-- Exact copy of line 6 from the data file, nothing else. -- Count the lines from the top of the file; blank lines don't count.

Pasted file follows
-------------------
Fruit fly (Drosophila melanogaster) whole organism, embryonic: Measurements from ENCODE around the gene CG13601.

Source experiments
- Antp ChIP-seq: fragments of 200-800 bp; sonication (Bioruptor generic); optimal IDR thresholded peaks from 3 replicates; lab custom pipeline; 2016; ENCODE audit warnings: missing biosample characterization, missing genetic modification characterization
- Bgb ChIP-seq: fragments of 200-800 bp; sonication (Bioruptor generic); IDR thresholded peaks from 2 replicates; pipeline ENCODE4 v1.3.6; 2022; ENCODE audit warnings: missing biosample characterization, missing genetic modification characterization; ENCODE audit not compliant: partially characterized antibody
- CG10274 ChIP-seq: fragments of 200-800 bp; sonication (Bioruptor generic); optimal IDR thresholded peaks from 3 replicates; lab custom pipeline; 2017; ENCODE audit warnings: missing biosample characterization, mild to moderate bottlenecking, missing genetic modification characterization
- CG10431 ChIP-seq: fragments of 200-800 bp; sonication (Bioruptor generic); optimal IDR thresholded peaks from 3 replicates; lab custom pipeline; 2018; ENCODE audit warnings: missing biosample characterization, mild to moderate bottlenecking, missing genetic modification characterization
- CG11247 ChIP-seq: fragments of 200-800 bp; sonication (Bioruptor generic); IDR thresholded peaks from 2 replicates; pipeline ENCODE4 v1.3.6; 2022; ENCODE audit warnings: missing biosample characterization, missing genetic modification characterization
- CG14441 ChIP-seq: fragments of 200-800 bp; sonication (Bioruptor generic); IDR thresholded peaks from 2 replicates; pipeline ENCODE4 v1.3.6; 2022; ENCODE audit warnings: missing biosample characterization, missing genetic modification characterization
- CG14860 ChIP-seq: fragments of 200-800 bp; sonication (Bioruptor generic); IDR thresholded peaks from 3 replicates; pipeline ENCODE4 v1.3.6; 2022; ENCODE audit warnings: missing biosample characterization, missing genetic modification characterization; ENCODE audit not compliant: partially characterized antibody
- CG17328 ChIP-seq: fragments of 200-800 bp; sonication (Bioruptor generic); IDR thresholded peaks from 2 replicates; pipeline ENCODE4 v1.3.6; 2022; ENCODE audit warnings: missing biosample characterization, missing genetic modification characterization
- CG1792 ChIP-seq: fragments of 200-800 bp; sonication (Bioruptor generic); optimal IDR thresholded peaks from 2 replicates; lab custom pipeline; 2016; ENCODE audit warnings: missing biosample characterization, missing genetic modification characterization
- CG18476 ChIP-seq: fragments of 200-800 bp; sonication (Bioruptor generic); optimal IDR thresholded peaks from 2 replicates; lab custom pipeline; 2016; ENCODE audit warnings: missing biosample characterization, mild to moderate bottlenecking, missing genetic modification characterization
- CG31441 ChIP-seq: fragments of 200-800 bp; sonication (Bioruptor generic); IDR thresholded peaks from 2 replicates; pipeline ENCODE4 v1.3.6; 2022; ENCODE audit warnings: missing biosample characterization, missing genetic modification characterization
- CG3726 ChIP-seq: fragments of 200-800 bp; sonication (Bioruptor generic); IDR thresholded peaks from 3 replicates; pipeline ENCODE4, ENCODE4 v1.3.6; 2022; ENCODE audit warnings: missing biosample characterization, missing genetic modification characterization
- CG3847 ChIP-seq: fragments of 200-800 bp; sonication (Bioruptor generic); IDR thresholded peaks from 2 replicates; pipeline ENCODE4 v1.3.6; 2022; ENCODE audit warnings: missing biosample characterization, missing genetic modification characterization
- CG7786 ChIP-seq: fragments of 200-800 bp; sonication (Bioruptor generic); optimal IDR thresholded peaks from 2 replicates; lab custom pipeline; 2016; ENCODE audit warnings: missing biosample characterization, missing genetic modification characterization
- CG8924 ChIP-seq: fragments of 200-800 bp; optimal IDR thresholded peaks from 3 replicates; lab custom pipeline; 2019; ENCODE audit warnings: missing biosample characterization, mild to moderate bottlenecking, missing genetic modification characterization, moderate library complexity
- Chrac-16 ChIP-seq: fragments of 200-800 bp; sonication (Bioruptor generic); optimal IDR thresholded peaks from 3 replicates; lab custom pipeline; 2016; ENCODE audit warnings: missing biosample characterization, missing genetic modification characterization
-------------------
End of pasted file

- CG10431 ChIP-seq: fragments of 200-800 bp; sonication (Bioruptor generic); optimal IDR thresholded peaks from 3 replicates; lab custom pipeline; 2018; ENCODE audit warnings: missing biosample characterization, mild to moderate bottlenecking, missing genetic modification characterization